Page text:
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"....The truth is out there."

-- Dr. Jerome Jackson, 2002 (... & Agent Fox Mulder)

“There are more things in heaven and earth, Horatio, than are dreamt of in your philosophy.”

-- Hamlet

"All truth passes through 3 stages: First it is ridiculed. Second, it is violently opposed. Third, it is accepted as self-evident."

-- Arthur Schopenhauer

Friday, April 10, 2009


-- The Monty Hall Paradox --


Straightforward explanation of the "Monty Hall" Problem via YouTube here:


I saw this presented on another bulletin board, and apparently the mathematics are relevant to a serious problem in cognitive psychology. I'm not sure what the situation was there, and as I'm no longer working in the field, and the original board poster wasn't that sophisticated in psychology, I didn't pursue the matter.

I also recognized, however, an identical application in a card position in the game of contract bridge (I used to be a middlin' level expert at that game, at least the Utah variety thereof). You can find an explanation of it under "Restricted Choice" in the Encyclopedia of Contract Bridge; basically it involves calculating the probabilities of deducing the location of a lower honor card, a queen or a jack when two hands, declarer's and dummy's, hold a combined nine cards in a single suit, including the ten in the hand opposite the one from which an original high honor card (Ace or King) is played. When one plays a top honor from one's hand with left hand opponent contributing a small spot card, dummy as well, and right hand opponent plays a jack or a queen to a trick, then the odds favor playing toward dummy and "inserting" the ten (a simple "finesse," which is merely an attempt to win a trick with a low card when there is a higher one outstanding).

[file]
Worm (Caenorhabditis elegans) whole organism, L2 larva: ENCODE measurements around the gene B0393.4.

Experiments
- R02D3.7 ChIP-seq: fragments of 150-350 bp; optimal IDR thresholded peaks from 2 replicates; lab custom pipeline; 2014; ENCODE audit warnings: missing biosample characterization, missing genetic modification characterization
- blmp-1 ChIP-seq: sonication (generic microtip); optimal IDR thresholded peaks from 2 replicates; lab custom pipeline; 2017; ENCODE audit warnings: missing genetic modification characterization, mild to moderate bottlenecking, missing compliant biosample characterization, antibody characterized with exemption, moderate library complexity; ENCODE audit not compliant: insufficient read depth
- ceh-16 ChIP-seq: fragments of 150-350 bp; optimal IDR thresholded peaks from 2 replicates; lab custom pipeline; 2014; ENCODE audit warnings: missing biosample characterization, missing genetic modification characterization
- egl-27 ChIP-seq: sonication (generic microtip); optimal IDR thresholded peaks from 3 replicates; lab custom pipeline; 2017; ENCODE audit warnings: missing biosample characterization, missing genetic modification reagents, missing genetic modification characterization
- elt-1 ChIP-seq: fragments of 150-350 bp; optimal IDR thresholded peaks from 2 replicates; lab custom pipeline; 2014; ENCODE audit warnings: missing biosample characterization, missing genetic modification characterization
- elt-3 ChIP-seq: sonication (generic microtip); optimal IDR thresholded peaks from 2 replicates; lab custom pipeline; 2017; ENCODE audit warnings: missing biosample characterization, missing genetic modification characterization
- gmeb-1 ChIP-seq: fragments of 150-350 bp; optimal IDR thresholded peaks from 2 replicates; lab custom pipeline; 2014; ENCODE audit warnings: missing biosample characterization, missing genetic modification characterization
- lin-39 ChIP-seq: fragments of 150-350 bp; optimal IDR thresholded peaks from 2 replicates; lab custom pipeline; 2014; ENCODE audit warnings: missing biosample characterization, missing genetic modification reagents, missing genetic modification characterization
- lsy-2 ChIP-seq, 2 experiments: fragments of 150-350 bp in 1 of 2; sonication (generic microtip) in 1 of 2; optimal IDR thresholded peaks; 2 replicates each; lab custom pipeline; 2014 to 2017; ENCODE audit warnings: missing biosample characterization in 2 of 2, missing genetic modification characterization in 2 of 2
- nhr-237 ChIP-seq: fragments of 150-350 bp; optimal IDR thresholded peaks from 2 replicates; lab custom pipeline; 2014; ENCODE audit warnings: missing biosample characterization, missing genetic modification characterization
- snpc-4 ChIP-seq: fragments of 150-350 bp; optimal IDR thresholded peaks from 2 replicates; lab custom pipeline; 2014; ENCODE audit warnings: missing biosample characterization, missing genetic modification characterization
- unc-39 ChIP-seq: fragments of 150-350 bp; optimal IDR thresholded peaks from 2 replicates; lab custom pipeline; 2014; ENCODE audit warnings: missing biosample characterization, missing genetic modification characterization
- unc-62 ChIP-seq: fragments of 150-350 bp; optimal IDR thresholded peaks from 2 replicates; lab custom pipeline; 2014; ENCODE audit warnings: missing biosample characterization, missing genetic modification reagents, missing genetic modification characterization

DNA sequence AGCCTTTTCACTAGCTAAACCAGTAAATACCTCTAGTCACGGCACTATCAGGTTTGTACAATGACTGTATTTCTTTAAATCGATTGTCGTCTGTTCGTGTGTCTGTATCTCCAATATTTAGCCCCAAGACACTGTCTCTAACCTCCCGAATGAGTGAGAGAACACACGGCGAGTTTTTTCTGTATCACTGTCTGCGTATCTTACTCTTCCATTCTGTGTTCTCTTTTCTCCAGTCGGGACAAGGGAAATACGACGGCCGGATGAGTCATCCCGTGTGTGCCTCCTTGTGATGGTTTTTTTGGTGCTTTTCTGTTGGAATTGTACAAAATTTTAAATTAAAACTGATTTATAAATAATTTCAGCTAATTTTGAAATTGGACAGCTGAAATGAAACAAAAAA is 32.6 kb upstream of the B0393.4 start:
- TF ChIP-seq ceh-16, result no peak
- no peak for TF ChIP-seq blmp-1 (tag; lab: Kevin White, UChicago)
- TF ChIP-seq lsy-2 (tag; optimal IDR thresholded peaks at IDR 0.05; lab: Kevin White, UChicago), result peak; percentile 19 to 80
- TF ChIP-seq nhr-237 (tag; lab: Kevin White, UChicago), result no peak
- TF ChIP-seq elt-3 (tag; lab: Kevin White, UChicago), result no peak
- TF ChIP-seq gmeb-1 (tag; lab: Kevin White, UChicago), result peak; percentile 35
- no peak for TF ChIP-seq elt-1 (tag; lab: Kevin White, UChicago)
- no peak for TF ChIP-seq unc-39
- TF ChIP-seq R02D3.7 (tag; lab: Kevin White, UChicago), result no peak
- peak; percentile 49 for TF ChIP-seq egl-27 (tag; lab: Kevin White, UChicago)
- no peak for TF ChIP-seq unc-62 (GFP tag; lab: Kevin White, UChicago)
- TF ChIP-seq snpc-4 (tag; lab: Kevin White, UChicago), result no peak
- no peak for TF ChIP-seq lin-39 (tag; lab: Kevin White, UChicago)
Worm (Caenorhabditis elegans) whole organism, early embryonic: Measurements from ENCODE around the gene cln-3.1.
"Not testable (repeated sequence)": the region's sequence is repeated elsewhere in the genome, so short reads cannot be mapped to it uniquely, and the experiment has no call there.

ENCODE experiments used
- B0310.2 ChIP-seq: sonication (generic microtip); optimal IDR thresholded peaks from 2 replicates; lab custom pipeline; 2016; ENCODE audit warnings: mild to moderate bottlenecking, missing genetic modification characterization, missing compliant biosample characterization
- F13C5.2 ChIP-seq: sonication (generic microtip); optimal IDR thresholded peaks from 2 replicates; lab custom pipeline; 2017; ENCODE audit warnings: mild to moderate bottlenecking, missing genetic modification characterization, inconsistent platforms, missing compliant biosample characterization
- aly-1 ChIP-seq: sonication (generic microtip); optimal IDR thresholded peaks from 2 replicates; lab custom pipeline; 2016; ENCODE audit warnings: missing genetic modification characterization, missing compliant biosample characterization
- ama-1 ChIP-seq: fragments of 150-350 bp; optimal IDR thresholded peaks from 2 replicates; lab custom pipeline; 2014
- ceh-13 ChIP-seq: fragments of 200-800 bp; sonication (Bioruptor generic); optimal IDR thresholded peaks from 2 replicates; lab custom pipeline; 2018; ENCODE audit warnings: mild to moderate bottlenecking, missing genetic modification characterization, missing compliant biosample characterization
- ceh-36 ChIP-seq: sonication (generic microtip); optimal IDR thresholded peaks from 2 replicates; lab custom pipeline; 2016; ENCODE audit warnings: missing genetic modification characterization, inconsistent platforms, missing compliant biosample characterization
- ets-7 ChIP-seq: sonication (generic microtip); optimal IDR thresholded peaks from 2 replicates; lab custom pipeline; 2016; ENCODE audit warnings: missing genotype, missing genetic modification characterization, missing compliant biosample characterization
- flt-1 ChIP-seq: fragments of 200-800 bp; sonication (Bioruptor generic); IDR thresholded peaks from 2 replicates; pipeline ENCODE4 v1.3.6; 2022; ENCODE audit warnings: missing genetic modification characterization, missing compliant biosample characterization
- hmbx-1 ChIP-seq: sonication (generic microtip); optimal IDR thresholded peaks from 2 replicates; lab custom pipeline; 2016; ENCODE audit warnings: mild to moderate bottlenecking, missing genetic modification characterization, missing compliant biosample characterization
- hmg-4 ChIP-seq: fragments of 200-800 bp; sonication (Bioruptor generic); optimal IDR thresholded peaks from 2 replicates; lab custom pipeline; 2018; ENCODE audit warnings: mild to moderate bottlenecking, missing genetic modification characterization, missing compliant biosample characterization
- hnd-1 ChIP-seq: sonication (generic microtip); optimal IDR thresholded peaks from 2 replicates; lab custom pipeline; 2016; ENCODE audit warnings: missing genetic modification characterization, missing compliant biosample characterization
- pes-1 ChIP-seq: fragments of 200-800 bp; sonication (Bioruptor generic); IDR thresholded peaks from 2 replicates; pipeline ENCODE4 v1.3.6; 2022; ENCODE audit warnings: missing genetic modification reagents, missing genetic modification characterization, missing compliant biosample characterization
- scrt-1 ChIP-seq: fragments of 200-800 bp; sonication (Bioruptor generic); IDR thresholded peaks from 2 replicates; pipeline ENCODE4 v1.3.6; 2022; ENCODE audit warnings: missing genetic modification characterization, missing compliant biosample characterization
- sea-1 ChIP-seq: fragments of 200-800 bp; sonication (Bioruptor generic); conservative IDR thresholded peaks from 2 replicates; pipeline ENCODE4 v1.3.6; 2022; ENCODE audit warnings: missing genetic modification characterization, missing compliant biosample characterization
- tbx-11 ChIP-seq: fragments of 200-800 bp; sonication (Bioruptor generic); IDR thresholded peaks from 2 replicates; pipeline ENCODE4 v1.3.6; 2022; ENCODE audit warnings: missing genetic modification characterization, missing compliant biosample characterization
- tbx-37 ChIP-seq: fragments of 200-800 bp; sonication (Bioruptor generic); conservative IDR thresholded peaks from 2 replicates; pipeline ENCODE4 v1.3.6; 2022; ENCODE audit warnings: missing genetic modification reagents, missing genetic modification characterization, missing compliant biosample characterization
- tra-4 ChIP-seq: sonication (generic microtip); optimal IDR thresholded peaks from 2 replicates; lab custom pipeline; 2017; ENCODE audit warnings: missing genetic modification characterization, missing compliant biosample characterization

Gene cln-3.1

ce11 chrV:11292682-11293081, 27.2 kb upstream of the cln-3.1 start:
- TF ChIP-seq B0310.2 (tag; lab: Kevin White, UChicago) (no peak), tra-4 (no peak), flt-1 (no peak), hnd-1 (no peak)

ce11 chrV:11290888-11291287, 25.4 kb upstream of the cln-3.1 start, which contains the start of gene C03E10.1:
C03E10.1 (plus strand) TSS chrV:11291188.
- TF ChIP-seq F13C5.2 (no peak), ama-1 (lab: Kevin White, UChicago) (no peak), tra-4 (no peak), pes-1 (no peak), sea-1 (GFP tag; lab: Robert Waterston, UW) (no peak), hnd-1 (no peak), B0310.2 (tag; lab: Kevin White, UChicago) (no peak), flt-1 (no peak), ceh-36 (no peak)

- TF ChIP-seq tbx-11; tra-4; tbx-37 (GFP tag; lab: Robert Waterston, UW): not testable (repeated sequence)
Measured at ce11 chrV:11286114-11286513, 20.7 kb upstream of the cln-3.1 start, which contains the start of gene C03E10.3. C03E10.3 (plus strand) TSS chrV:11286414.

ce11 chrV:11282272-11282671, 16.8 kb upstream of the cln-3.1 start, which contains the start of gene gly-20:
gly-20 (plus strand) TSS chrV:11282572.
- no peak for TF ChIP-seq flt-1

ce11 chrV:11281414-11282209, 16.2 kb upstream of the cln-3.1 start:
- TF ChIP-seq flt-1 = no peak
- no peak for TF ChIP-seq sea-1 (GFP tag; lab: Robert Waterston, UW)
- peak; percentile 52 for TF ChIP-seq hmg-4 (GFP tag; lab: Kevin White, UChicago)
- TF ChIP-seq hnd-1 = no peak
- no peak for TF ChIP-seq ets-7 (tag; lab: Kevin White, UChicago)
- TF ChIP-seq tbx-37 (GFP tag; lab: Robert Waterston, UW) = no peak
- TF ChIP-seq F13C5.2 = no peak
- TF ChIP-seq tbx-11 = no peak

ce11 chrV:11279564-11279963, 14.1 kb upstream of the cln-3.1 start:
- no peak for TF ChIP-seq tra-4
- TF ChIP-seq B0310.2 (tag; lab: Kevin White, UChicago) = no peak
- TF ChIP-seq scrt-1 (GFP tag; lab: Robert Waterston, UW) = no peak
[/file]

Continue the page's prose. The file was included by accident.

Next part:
As with the Monty Hall problem, this play has a higher probability of success than playing dummy's top honor (playing right hand opponent for an original holding of Q-J doubleton) even though it appears to be a coin toss situation. And curiously, it doesn't matter whether right hand opponent plays the queen or the jack; in effect they are "both goats" and the choice to play one of them was "restricted" as was the door Monty selected.

Of course unscrupulous players will resort to the more certain adage, "oen peek is worth two finesses," but generally bridge players strive to be ethical.

I do wonder, though, how I would play such a situation against a top player I competed against years ago who once betrayed the presence of a trump queen to me (in a close slam no less) because his hand shook ever so imperceptibly. It's perfectly ethical to base one's play on such observations, although they are done at one's own risk . . .

I suppose the Monty Hall problem offers similar opportunities, if one has a nose supremely sensitive to either "goat" or "new car smell"; barring such a situation, the identified course of action offers the best probability of success . . .

My apologies to any confusion I may have raised among the non-bridge players out there . . .

Salt Lake City
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